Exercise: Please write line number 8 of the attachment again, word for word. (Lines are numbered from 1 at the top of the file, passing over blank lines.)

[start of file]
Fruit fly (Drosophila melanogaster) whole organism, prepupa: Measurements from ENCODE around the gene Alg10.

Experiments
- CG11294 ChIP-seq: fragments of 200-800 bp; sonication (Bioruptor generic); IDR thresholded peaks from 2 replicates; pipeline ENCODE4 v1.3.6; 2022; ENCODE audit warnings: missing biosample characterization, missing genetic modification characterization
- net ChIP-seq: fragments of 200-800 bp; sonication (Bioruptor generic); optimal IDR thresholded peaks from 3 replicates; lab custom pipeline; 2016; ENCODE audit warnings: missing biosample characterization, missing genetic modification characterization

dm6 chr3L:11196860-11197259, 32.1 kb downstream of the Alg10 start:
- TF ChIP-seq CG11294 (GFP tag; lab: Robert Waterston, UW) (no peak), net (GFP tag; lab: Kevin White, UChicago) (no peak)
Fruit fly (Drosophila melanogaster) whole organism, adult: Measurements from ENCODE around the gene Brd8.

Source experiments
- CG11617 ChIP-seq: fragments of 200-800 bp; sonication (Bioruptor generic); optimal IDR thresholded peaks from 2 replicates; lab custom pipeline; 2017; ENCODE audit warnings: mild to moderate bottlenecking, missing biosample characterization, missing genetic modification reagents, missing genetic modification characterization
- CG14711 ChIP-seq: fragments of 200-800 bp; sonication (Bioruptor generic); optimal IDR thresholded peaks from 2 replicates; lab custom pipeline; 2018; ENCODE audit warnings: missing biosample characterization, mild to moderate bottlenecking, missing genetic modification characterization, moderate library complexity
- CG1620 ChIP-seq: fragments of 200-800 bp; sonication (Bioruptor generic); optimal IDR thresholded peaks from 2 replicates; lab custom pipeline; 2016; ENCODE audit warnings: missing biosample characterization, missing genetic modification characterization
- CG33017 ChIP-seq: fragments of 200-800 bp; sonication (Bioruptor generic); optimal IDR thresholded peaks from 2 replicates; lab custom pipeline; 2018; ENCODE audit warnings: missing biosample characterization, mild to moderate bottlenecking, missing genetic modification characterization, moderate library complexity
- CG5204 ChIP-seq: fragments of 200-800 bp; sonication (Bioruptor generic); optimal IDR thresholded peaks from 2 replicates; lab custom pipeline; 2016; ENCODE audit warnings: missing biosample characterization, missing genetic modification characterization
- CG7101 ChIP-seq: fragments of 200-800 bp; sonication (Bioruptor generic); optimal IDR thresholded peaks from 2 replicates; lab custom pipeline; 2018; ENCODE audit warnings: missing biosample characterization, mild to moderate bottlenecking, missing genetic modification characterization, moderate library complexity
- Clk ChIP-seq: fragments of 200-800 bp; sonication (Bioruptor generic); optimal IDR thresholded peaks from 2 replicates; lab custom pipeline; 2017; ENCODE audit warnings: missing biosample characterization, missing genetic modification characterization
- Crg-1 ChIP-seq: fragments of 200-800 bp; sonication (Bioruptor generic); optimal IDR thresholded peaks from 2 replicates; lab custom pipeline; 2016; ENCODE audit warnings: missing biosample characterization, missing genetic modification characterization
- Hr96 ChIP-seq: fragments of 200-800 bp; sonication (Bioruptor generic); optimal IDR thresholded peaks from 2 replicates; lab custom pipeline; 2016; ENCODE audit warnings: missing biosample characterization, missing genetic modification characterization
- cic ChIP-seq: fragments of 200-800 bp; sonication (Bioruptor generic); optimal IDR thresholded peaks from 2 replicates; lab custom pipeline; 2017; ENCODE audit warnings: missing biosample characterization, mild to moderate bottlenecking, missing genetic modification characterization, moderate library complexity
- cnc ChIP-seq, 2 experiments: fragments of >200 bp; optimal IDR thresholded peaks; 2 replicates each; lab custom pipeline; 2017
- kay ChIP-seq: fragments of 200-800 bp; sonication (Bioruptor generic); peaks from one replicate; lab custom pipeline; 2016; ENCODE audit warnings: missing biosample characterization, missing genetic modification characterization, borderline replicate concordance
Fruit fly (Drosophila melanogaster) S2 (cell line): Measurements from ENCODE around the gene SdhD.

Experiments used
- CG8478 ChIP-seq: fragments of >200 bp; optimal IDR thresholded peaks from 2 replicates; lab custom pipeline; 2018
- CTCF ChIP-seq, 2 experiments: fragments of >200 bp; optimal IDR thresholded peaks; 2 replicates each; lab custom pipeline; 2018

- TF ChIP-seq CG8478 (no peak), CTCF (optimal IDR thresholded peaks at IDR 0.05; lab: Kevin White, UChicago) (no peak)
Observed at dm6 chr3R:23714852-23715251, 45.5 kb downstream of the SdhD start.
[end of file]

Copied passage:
Source experiments